Shivers, Frostbite And Hypothermia: The Effects Of Extreme Cold With AM-Storms Rdp Bjt
Jan. 21, 1985
NEW YORK (AP) _ Extreme cold causes the body to lose water as well as heat, and fear of the cold can speed the process, says a doctor in Alaska who has been studying the effects of cold for 30 years.
''You have to be relaxed,'' said Dr. William Mills, director of the University of Alaska's Center for High Latitude Health Research, which operates research stations on the slopes of Mt. McKinley.
When a person is exposed to cold, he should take the obvious steps to prevent heat loss, Mills said: wear layers of loose clothing, to avoid cutting off the circulation; stay dry; keep out of the wind, and stay outside only as long as he or she has to.
The only other thing to do, Mills said, is to keep calm. ''If you allow this to frighten you, you get into even more trouble,'' he said.
The harmful effects of cold begin with goose pimples and shivers, primitive biological mechanisms intended to conserve body heat, Mills said. ''These are the warning signs,'' he said. ''If you continue to lose heat, you'll have a vasoconstrictive effect - all the small blood vessels (in the extremities) will clamp down and divert the heat to other parts of the body to maintain core temperature.''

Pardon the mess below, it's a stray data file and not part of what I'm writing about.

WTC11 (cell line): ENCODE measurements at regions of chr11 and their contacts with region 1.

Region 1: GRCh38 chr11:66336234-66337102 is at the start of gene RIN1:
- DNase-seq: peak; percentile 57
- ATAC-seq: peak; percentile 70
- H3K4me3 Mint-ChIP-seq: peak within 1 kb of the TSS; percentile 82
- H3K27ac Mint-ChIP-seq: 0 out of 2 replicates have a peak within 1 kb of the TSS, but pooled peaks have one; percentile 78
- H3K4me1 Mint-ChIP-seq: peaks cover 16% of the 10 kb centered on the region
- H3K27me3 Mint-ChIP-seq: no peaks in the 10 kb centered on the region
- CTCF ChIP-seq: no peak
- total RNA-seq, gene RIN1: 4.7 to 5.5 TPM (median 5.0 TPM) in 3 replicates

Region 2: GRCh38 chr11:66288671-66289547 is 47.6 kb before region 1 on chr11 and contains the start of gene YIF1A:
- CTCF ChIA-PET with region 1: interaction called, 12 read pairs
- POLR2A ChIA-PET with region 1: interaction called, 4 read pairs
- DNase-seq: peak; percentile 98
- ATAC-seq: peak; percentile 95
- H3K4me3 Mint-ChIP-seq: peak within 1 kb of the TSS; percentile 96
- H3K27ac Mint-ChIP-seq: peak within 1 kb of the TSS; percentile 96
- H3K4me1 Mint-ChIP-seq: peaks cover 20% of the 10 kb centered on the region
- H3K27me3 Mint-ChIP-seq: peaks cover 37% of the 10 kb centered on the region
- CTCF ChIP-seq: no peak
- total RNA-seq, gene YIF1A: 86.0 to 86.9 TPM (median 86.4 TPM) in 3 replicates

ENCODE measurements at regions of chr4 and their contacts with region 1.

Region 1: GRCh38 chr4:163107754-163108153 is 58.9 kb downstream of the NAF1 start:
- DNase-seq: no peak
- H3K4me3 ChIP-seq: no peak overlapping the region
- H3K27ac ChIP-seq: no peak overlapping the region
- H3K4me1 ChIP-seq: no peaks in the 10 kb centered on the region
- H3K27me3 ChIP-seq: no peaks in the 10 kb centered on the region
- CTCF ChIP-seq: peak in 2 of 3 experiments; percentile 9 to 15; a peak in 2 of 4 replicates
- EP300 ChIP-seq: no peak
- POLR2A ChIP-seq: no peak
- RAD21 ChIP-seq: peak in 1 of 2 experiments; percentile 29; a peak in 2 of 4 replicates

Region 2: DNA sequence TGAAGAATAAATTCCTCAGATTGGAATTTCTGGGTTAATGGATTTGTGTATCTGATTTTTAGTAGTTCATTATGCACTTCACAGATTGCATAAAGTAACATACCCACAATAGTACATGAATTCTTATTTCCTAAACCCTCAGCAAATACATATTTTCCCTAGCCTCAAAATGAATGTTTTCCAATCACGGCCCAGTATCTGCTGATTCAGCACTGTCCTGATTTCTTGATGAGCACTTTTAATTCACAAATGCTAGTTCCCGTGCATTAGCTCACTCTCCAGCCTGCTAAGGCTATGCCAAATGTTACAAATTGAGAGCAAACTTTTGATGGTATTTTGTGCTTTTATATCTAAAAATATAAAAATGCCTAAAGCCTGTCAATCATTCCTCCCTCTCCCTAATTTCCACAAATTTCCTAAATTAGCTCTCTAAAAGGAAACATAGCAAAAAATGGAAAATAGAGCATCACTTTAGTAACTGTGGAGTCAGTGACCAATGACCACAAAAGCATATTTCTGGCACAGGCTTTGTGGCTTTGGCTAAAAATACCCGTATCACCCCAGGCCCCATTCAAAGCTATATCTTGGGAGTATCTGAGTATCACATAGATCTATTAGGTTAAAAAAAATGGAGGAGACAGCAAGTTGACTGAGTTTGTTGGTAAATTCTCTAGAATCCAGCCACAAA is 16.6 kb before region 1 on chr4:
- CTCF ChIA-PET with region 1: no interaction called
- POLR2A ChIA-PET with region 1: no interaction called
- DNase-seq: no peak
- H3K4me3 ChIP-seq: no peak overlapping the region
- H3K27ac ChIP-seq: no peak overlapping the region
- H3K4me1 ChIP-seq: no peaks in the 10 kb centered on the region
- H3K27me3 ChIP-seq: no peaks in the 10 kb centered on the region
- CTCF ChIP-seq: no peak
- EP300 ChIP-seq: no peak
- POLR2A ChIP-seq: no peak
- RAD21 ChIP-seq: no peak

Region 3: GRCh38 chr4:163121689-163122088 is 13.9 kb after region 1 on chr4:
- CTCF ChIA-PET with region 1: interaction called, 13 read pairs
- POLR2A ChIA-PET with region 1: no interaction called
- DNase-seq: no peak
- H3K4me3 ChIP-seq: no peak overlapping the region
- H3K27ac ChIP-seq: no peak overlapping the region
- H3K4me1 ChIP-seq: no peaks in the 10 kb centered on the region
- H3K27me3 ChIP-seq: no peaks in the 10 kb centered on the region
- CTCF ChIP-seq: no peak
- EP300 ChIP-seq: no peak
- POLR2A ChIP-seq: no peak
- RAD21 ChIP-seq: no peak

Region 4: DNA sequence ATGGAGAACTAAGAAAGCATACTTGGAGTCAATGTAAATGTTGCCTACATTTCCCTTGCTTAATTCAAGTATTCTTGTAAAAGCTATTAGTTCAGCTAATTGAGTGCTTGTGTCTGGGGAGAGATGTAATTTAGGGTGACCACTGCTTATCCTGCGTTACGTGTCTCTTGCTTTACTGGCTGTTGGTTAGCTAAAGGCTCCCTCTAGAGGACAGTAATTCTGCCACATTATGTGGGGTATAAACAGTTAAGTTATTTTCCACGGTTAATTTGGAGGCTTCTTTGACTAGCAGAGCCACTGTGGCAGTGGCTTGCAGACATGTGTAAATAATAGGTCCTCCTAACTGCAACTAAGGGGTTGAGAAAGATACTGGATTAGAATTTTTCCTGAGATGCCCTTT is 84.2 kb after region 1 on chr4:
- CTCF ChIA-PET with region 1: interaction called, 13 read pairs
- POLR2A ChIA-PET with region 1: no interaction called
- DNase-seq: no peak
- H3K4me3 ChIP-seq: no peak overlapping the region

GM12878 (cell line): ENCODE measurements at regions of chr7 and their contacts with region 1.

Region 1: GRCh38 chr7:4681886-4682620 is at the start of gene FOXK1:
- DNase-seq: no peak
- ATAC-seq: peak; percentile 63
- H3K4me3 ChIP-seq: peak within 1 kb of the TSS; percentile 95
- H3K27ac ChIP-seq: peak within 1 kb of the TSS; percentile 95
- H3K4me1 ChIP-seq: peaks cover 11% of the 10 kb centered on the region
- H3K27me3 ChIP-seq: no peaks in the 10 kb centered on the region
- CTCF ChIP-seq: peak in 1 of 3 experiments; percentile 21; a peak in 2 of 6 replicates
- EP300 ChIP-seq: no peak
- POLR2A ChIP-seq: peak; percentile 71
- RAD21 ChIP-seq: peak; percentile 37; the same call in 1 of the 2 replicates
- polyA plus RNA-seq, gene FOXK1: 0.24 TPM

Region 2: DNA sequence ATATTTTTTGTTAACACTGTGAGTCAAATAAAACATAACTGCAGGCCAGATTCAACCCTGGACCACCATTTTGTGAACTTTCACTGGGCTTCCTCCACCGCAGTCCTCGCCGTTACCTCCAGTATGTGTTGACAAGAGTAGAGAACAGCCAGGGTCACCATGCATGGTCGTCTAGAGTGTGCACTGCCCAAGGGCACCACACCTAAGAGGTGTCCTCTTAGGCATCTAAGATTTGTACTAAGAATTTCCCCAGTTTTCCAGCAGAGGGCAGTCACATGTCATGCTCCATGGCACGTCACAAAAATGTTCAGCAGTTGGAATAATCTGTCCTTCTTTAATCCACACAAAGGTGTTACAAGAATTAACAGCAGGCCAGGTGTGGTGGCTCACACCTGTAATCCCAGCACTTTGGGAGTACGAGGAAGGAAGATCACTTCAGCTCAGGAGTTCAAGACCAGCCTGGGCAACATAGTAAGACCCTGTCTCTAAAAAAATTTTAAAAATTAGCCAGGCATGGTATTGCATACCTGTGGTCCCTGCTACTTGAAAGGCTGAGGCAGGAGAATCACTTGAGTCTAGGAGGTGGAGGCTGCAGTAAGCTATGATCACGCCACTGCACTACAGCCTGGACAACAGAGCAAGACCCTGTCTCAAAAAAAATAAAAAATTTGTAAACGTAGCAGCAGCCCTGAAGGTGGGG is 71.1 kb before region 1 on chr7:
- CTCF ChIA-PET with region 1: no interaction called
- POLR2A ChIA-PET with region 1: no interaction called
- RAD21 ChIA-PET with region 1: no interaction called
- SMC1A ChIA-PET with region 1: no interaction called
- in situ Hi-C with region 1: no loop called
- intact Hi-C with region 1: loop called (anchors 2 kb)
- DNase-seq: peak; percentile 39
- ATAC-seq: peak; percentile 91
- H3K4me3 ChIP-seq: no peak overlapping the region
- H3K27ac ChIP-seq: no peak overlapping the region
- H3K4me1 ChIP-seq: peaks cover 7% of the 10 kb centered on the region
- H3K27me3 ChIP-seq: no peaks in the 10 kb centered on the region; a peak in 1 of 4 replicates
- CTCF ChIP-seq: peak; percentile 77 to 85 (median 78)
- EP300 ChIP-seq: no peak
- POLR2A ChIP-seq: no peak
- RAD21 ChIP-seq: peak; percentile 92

Fear can also cause those small blood vessels to close, leaving the extremities more susceptible to frostbite, Mills said.
Cold can also cause dehydration, or excessive water loss, he said. ''The demands on the body to manufacture more heat use great quantities of water,'' he said.
In addition, cold can trigger excessive urination, aggravating the water loss. And the accumulation of fluid in the body core as small blood vessels tighten can send an erroneous message to the brain that the body has too much water. The brain responds by signalling the body's systems to dump water.
If the temperature in the fingers or toes drops to 26 degrees, the cells in those body parts will begin to freeze: frostbite. The freezing temperature of human cells is lower than that of water because of the chemicals and salts dissolved in body fluids, Mills said.
''To combat the phenomenon, we rapidly thaw the part in water between 100 and 104 degrees,'' Mills said. Excessive heat can be disastrous, he said, because tissues that are frostbitten have no feeling and can easily be burned.
If the body's core temperature - which is usually 98.6 degrees - drops to about 92 degrees, the first signs of hypothermia appear. ''You begin speaking like you have a mouthful of mush,'' Mills said.
The victim then starts to stumble, becomes sleepy, perhaps argumentative and then stuperous.
''This person needs medical aid and needs warming,'' Mills said.
The elderly are more susceptible to cold because they are generally less physically fit. And children have greater problems in part because in relation to their body weight they have greater skin area than adults, and thus more opportunity to lose heat, Mills said.
''And the cold seems to have a direct effect on the cartilage'' in children, he said. ''Freezing injury can affect the growth rate later on.''